Keyboard cleaning

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This article is incomplete. Please add your cleaning methods and experience here!

Preparation

  • Take photos of your keyboard's layout, or find a photo of a similar one in advance.
  • Document every single step.
  • Count the keycaps before you throw away any tissue paper, etc.

Bathing the keycaps

Bathing of two different types of vintage keycaps in a glass
Bathing keycaps with powder added

The easiest and best method is to bathe the keycaps, as long as you take the following things into account:

Check the water!
Be careful with temperatures and what you add to the water for cleaning! 30°C to 50°C should not damage plastic, as long as you can put your hand in it without pain, it shall be OK. Water that's too warm can deform the keys. Also, too much detergent can ruin the keys' printing or affect their colour.
Don't scrub too hard!
Be careful not to rub off the time stamps inside the keyboard shell or the printing from the keycaps. If you use good detergent, you generally won't need to scrub. Agitate your water-detergent-keycaps cocktail every 10 minutes by stirring with a large spoon (etc.), or by using a shaker. The keyboard's case can easily be cleaned with warm water, dishwashing liquid and a (non-metallic) brush, and dried with a towel. Use Q-Tips for small corners.
Don't add bleach!
Chlorine can fade plastics. If your keycaps are old and yellowed, bleach will not remove it—see Retr0bright instead.
Keyboards aren't waterproof!
Don't put your keyboard in the dishwasher (unless it is at least IP65 certified). If you've read or been told to do this, it's a myth! Not even a rubber-dome keyboard is guaranteed to survive this, as the warm water can rust and oxidize the internal electronics. If it doesn't kill the keyboard outright, it will almost certainly prevent it from operating properly.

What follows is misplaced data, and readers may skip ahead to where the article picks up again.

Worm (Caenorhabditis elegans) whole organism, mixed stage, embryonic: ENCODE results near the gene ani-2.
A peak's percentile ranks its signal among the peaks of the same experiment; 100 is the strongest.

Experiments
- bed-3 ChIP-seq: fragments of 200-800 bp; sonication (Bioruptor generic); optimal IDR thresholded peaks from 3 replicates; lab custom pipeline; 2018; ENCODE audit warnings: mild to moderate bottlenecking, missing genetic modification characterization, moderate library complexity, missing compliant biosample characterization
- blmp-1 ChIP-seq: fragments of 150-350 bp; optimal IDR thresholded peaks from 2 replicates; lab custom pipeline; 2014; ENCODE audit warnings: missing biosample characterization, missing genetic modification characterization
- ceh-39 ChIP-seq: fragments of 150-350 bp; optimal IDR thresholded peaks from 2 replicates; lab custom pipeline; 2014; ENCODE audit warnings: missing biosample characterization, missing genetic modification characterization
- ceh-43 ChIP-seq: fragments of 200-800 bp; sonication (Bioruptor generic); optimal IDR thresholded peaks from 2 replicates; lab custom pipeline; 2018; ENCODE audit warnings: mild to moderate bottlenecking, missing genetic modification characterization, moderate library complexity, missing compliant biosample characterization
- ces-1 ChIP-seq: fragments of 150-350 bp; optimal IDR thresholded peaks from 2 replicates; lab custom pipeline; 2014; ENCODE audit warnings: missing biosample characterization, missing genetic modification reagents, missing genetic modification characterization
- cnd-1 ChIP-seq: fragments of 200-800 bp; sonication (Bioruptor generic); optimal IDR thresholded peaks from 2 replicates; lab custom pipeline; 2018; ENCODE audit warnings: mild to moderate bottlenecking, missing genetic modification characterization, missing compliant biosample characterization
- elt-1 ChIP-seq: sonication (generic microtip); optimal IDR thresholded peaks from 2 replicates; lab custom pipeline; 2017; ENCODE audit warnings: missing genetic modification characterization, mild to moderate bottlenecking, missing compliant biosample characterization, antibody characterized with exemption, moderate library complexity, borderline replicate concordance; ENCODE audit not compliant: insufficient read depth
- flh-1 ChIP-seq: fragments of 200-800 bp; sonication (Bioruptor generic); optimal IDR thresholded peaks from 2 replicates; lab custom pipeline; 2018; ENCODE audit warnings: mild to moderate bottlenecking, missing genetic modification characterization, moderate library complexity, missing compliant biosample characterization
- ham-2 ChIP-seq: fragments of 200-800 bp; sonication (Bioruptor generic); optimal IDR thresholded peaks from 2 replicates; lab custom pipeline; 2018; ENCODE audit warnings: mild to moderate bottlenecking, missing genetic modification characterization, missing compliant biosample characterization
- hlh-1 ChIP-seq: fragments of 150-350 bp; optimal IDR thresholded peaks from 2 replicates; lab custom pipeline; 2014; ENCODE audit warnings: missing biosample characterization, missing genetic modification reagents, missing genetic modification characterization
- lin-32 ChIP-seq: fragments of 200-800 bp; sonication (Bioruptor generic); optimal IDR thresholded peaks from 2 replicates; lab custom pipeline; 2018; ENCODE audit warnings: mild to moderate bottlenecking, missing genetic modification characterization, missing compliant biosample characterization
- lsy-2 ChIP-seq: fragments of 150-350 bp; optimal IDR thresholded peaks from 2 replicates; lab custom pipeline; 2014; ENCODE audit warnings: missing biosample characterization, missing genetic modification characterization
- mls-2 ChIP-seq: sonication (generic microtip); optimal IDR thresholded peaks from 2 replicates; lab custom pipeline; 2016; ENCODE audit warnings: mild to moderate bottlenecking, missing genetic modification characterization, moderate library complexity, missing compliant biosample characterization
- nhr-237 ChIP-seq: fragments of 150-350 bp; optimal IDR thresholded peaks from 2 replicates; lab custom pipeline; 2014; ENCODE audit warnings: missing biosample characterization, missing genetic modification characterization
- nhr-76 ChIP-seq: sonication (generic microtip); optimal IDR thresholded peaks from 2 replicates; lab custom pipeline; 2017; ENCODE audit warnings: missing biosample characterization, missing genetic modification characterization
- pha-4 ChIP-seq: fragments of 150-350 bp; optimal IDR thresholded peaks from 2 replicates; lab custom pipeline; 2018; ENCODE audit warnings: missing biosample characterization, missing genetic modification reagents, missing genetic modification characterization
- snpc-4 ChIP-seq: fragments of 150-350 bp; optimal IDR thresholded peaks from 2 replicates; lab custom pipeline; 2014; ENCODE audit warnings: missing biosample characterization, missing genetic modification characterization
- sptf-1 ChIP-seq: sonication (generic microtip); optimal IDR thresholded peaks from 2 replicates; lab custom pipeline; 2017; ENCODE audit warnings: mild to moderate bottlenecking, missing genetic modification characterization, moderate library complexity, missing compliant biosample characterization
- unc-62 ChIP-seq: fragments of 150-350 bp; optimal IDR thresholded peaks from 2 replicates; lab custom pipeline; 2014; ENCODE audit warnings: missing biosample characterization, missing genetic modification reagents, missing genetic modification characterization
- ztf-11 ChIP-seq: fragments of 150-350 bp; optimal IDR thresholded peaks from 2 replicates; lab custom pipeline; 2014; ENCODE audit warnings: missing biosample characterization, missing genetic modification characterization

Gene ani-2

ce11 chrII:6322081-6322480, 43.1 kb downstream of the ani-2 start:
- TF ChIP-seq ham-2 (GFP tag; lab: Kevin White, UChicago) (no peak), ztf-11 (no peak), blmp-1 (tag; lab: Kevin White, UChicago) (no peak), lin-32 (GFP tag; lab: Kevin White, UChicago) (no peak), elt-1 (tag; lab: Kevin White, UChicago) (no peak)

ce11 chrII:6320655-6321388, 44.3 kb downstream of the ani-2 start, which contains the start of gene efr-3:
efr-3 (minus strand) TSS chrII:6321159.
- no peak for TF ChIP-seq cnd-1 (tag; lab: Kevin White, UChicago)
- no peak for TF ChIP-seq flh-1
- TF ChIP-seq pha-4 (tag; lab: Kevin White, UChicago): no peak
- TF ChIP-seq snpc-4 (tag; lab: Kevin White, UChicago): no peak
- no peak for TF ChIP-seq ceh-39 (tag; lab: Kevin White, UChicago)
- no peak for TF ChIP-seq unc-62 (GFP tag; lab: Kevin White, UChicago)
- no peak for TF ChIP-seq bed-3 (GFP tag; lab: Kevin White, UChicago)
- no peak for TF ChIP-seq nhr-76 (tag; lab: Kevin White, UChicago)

Never reattach wet key stems or caps to your keyboard! Be sure they are completely dry, including the small corners inside them (see below).

The use of a washing bag of mesh fabric can help to keep all keycaps together during washing, rinsing and drying. These can be purchased from stores that sell women's lingerie.

Denture cleaning tablets fizz and foam a lot above the water-level, so they would need to be used in a high-walled container. Denture cleaning tablets may not be suitable for sensitive plastics or prints as they often contain a small amount of bleach and an abrasive.

Cleaning keycaps with dishwasher powder (e.g. Somat) and denture cleaners have been tested and proven suitable. Please be extra careful with pre-1980s keycaps.

The following types of keycaps have been successfully cleaned with dishwasher powder (Somat):

  • IBM Model F and Model M
  • Cherry double-shot and sublimation-printed keycaps from the 1980s/'90s
  • Key Tronic from the 1980s/'90s, both double-shot and printed
  • Several different double-shot and printed Alps keys from the 1990s

NOT suitable:

  • Keycaps of the programmable keyboard TheBoard (the one with the LCDs under some keys). These fade a bit.


Drying buckling spring key stems

Drying key stems of two IBM Model Ms at 30-40°C in a Bauknecht ESZH5963

Drying the key stems of an IBM buckling spring keyboard can take a while, as small amounts of liquid usually remain in the keys' interior corners after rinsing.

To speed up the drying process, a convexion (hot air) oven can be used if it is designed to have a constant air stream at relatively low temperatures of 30-40°C (or 300-340K for you engineering lads). Warning: Do NOT attempt this in a standard radiant-heat oven; you will melt the keys! Some convexion ovens also use radiation, so be sure your oven uses air-movement only.

Another way to dry keycaps faster is to put them in a cotton bag mixed with paper towels, and to put this bag in a laundry dryer at its lowest temperature. This shakes the keys as well as using the dryer's air flow. Every 2 minutes, open the dryer, open the bag, and shake it in fresh air to ensure the keys don't get too hot. Repeating these steps 3 or 4 times should be enough.

You can also use a hair drier on medium temperature and maximum air flow, on the keys placed in a large strainer. Shake the keys in the strainer as you dry them. Be sure not to set the dryer too hot or get too close to the keys, or they may melt.

Are your keys dry?: It's very important that your keys be completely dry before you reassemble and reattach them. Visual inspection is not enough! A good way to see if the inside of a keycap is dry is to tap it on your leg; if you see any water on your pants, you're not done. You can also blow into the key with your mouth, and if there is still water a corner, you will get some on your face.